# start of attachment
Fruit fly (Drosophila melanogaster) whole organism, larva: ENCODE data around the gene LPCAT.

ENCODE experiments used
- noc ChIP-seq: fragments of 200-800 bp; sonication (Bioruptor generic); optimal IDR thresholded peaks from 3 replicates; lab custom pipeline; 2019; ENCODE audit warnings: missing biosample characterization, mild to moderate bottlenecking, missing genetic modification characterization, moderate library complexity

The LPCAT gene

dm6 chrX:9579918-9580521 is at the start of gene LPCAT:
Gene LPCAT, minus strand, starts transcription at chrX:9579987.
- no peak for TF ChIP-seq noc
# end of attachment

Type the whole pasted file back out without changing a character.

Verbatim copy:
Fruit fly (Drosophila melanogaster) whole organism, larva: ENCODE data around the gene LPCAT.

ENCODE experiments used
- noc ChIP-seq: fragments of 200-800 bp; sonication (Bioruptor generic); optimal IDR thresholded peaks from 3 replicates; lab custom pipeline; 2019; ENCODE audit warnings: missing biosample characterization, mild to moderate bottlenecking, missing genetic modification characterization, moderate library complexity

The LPCAT gene

dm6 chrX:9579918-9580521 is at the start of gene LPCAT:
Gene LPCAT, minus strand, starts transcription at chrX:9579987.
- no peak for TF ChIP-seq noc